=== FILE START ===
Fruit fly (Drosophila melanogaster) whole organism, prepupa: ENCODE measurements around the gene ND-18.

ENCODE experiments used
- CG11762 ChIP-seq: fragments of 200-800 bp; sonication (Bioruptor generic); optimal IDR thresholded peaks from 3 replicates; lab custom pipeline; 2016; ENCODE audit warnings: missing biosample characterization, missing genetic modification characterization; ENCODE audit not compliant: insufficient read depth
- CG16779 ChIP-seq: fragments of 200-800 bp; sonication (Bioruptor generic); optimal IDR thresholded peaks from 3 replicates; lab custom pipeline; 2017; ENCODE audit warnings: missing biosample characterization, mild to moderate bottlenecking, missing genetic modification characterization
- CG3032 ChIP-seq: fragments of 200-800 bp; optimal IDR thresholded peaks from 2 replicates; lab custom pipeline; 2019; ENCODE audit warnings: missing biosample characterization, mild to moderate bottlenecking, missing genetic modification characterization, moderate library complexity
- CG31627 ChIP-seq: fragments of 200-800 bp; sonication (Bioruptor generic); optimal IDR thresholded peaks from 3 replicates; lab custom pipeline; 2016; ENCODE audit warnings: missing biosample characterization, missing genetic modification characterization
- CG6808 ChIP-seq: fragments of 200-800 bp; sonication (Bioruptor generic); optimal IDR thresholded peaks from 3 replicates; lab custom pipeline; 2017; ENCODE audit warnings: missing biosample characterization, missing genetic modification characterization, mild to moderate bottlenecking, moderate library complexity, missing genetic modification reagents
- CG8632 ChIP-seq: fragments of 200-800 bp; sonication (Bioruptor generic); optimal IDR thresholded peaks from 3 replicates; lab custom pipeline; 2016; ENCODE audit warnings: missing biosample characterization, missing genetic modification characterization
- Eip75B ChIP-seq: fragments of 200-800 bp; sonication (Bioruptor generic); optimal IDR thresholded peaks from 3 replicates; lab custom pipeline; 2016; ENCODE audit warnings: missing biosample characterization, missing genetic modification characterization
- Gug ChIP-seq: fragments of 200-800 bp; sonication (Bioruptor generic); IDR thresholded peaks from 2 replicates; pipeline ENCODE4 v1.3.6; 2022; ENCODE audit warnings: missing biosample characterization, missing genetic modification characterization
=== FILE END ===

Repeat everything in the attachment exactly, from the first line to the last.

Fruit fly (Drosophila melanogaster) whole organism, prepupa: ENCODE measurements around the gene ND-18.

ENCODE experiments used
- CG11762 ChIP-seq: fragments of 200-800 bp; sonication (Bioruptor generic); optimal IDR thresholded peaks from 3 replicates; lab custom pipeline; 2016; ENCODE audit warnings: missing biosample characterization, missing genetic modification characterization; ENCODE audit not compliant: insufficient read depth
- CG16779 ChIP-seq: fragments of 200-800 bp; sonication (Bioruptor generic); optimal IDR thresholded peaks from 3 replicates; lab custom pipeline; 2017; ENCODE audit warnings: missing biosample characterization, mild to moderate bottlenecking, missing genetic modification characterization
- CG3032 ChIP-seq: fragments of 200-800 bp; optimal IDR thresholded peaks from 2 replicates; lab custom pipeline; 2019; ENCODE audit warnings: missing biosample characterization, mild to moderate bottlenecking, missing genetic modification characterization, moderate library complexity
- CG31627 ChIP-seq: fragments of 200-800 bp; sonication (Bioruptor generic); optimal IDR thresholded peaks from 3 replicates; lab custom pipeline; 2016; ENCODE audit warnings: missing biosample characterization, missing genetic modification characterization
- CG6808 ChIP-seq: fragments of 200-800 bp; sonication (Bioruptor generic); optimal IDR thresholded peaks from 3 replicates; lab custom pipeline; 2017; ENCODE audit warnings: missing biosample characterization, missing genetic modification characterization, mild to moderate bottlenecking, moderate library complexity, missing genetic modification reagents
- CG8632 ChIP-seq: fragments of 200-800 bp; sonication (Bioruptor generic); optimal IDR thresholded peaks from 3 replicates; lab custom pipeline; 2016; ENCODE audit warnings: missing biosample characterization, missing genetic modification characterization
- Eip75B ChIP-seq: fragments of 200-800 bp; sonication (Bioruptor generic); optimal IDR thresholded peaks from 3 replicates; lab custom pipeline; 2016; ENCODE audit warnings: missing biosample characterization, missing genetic modification characterization
- Gug ChIP-seq: fragments of 200-800 bp; sonication (Bioruptor generic); IDR thresholded peaks from 2 replicates; pipeline ENCODE4 v1.3.6; 2022; ENCODE audit warnings: missing biosample characterization, missing genetic modification characterization